Hate untangling Christmas lights? You're not the only one.
It's such a frustrating problem for consumers that last Christmas, British retailer Tesco posted a job looking to hire a "Christmas Light Untangler." According to the job description, applicants needed to be "enthusiastic" and "successfully untangle customers' Christmas lights neatly, quickly and efficiently and in an orderly fashion." (They hired someone; more on that later.)
Whether your lights are clear, colored or of the flashing variety, they have one thing in common: Once they're out of their original packaging, they never look as neat and orderly as they did when they were new.
But take heart. While untangling can seem like such a challenge that you want to throw them away and buy new ones, fight the urge! You can reuse your lights if you learn how to keep them tangle-free.
The tangle problem starts way before you want to reuse last season's lights. That's because improper light storage from holidays past is typically to blame for jumbled lights.
"While a lot of time and care goes into hanging lights and decorating for the holidays, most people un-decorate as quickly as possible, sometimes not even bothering to remove roof clips, or disconnect multiple strands of lights, before balling everything up and dumping it in a tote," says organizing and storing expert Emma Gordon of Clutter Blog, who is ready to help ease your light untangling stress.
*Light Life Span
Don't assume your lights will last forever, even if they're LEDs.
"While the bulbs themselves are energy efficient, the wiring is susceptible to damage if the light strands are not stored properly, and if one or two bulbs are broken due to poor handling, the strand itself won't work," explains Gordon, emphasizing that proper storage is the way to make your lighting investment last.
Gordon's first tip is to place the tangled lights on a carpeted area, which should be soft enough to prevent damage to bulbs. Next plug in the lights to see whether they still work. "If they don't (work), you may not want to bother with untangling," she advises.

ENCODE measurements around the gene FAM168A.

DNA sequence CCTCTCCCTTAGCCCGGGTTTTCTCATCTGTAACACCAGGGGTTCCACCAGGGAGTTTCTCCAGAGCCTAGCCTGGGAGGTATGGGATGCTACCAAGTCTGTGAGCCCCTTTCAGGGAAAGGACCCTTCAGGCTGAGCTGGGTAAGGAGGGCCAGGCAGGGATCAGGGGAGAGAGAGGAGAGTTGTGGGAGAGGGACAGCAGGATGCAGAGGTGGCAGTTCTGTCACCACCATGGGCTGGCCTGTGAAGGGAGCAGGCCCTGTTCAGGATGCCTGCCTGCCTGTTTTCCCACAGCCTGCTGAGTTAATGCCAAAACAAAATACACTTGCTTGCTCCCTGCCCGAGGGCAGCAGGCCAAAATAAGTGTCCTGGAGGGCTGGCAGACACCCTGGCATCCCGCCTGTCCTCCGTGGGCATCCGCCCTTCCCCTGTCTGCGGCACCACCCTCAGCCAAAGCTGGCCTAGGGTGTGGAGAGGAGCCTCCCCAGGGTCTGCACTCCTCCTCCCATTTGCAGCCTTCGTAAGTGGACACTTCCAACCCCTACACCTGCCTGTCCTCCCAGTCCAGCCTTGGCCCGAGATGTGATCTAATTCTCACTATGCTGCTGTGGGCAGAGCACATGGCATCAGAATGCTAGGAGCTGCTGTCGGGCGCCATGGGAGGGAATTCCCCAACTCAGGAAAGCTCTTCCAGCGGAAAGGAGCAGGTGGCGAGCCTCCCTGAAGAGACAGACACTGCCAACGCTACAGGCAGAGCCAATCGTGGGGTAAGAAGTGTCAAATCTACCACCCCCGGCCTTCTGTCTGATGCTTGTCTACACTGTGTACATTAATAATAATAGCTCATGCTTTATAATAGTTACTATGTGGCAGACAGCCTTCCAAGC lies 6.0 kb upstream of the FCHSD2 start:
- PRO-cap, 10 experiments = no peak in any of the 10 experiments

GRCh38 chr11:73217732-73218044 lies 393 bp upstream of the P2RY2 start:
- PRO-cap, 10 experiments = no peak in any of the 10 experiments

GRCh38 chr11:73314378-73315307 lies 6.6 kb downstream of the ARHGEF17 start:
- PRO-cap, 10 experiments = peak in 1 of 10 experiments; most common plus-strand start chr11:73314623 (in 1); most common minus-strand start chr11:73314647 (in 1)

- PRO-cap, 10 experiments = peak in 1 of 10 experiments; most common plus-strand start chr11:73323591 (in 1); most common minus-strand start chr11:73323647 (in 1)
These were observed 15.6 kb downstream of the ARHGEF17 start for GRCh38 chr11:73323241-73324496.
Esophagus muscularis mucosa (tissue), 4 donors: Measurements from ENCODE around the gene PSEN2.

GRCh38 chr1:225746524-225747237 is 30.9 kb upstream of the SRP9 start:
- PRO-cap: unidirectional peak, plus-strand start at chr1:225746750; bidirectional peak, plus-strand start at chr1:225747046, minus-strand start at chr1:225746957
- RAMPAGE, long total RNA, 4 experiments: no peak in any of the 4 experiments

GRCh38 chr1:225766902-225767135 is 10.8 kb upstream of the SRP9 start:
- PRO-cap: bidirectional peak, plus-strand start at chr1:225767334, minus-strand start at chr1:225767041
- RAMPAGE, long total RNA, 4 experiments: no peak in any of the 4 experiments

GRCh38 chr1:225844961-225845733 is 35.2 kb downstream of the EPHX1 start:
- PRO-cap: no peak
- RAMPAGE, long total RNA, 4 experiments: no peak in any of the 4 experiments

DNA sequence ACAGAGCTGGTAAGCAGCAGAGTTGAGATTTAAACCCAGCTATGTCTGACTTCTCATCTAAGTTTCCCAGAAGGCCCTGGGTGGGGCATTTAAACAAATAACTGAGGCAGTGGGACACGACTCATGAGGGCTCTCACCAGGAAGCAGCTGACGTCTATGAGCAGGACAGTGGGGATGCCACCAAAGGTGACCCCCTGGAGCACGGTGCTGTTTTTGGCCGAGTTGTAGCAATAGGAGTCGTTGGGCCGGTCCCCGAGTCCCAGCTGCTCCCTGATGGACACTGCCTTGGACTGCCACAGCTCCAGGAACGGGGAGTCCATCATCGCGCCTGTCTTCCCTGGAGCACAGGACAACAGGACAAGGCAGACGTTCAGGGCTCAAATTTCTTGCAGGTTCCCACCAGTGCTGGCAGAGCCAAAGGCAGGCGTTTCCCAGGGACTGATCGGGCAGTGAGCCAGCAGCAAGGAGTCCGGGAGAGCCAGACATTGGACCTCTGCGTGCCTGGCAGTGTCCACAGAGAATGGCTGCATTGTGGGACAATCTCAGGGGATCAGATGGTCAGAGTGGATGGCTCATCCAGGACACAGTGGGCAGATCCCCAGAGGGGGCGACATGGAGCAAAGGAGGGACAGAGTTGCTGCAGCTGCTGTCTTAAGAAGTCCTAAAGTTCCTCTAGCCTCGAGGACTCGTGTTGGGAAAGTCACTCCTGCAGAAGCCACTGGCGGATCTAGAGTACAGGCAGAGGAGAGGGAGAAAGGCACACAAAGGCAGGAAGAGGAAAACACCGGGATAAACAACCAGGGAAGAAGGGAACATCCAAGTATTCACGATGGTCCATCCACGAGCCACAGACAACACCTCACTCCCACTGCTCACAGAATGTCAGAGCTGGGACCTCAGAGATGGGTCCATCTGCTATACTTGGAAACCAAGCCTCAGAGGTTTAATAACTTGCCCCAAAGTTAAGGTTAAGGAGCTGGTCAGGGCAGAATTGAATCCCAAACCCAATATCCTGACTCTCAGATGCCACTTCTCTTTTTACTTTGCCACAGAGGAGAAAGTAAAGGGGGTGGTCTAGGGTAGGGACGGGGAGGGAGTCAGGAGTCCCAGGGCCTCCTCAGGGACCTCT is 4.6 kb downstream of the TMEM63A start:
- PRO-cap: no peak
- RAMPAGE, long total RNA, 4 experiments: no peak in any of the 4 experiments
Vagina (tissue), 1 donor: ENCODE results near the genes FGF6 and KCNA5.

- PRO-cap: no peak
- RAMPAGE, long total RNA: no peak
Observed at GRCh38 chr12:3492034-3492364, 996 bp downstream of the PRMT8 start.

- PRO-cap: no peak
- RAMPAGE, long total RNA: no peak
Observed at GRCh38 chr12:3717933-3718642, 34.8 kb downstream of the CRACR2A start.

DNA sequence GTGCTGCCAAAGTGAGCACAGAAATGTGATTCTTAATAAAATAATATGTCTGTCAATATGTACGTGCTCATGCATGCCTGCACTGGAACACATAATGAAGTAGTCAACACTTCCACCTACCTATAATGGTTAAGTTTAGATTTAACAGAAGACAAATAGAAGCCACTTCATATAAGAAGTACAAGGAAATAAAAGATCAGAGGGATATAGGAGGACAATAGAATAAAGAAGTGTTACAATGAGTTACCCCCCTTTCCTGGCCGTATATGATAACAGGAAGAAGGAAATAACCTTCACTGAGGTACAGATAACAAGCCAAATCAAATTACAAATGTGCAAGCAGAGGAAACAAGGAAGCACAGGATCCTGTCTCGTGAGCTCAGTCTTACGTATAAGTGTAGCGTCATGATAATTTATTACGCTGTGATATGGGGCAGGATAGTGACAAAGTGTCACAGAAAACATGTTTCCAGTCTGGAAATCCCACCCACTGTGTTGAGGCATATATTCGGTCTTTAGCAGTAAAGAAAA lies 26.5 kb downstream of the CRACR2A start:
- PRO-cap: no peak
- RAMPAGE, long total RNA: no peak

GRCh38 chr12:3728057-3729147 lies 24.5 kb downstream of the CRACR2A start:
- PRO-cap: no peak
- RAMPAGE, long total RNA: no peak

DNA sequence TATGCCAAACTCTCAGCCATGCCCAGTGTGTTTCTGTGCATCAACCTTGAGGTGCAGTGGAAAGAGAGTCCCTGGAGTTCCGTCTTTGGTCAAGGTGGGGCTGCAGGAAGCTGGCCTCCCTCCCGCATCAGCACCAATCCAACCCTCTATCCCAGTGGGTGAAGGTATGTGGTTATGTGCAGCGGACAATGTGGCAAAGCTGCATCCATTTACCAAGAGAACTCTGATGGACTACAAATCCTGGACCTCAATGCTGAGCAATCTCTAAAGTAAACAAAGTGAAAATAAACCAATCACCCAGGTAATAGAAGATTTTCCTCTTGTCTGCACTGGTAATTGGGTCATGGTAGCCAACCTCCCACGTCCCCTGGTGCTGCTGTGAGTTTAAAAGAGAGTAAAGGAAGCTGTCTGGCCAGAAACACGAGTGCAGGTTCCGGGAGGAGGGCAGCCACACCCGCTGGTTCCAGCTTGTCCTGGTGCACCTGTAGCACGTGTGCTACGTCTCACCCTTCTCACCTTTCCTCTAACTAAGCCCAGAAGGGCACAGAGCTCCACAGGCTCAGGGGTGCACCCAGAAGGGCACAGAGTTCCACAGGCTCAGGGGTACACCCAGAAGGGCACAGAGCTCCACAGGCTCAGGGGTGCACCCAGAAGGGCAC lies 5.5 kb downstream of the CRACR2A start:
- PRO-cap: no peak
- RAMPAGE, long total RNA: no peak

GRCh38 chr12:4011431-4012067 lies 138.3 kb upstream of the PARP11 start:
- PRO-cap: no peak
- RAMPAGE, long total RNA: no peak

Once you know if the lights work or not, start with one of the plug ends and "carefully feed the plug backwards through the loops and knots, being very careful to not damage the bulbs by tugging too hard," Gordon says, instructing light untanglers to remove any clips or hooks found attached to the lights. Set them aside for hanging the lights later.
Remember that Tesco Christmas Light Untangler job posting? Anya Mugridge, the woman hired for the position, offers these tips on the retailer's YouTube channel:
--Don't be stressed when tackling the job. She suggested playing music or drinking tea while tackling the task.
--Find an endpoint and work backward.
--Spread out lights on a wide surface to prevent more tangles from occurring.
--Use a pen or pencil to undo knots.
Hang your lights and your decorations after enjoying your untangling work. After the holiday fun, follow Gordon's next tips about proper packing for next season.
"The best way to store lights are on the spools they came with, or wound around a piece of cardboard with the ends secured," says Gordon, noting lights can be wrapped around 12-by-12-inch notched pieces of cardboard, using masking tape to secure both ends to the cardboard.
After that, Gordon recommends storing the many strands of untangled lights together in a clear plastic tote. Follow her storage tips and your lighting experience won't be so stressful next year.